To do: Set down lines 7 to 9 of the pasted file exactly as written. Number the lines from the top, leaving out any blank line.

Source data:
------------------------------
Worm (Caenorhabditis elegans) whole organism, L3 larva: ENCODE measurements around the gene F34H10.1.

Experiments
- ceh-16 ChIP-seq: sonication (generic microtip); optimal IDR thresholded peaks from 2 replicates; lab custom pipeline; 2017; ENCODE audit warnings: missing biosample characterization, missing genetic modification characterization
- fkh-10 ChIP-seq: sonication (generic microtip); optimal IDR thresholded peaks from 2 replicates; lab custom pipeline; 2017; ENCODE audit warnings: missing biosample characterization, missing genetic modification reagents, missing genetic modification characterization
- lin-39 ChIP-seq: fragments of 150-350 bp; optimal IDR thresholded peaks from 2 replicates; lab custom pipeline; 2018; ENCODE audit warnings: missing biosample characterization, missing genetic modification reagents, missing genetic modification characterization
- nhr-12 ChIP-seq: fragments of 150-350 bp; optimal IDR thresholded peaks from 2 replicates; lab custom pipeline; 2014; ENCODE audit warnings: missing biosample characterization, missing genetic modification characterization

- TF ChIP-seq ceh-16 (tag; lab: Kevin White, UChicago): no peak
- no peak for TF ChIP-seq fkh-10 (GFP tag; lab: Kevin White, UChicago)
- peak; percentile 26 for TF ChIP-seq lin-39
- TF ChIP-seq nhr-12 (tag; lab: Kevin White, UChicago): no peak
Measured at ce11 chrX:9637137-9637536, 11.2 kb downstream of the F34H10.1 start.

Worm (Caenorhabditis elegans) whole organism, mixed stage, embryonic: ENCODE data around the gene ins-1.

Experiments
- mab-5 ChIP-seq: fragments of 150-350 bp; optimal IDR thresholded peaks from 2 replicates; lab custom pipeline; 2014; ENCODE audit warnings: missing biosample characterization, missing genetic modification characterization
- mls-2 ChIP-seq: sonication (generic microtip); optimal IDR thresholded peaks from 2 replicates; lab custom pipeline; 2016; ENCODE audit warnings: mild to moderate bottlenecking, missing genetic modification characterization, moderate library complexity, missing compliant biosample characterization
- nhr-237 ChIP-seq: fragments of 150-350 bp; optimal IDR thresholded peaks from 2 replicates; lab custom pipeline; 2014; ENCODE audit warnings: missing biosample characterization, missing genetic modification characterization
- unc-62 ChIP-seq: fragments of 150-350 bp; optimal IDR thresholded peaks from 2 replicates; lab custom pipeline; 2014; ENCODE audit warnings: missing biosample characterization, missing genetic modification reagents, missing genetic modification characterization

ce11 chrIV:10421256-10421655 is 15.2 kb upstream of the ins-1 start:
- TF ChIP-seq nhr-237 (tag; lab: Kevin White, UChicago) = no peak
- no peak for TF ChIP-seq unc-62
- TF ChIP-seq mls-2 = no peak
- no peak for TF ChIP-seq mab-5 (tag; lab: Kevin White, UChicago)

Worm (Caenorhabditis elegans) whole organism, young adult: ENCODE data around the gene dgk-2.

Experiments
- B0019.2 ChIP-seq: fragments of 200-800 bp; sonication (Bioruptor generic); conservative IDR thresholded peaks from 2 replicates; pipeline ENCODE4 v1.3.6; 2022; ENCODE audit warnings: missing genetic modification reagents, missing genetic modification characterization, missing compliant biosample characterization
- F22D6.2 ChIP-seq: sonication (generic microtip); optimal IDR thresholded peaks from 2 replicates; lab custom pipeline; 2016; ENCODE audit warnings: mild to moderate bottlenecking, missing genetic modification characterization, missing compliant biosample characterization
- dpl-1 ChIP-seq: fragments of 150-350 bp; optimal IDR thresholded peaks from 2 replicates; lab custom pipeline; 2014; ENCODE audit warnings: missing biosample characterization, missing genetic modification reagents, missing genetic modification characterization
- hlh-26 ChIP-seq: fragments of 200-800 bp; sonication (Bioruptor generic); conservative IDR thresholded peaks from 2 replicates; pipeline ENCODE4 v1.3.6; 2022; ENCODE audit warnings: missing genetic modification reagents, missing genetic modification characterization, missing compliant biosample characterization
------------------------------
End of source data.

- TF ChIP-seq ceh-16 (tag; lab: Kevin White, UChicago): no peak
- no peak for TF ChIP-seq fkh-10 (GFP tag; lab: Kevin White, UChicago)
- peak; percentile 26 for TF ChIP-seq lin-39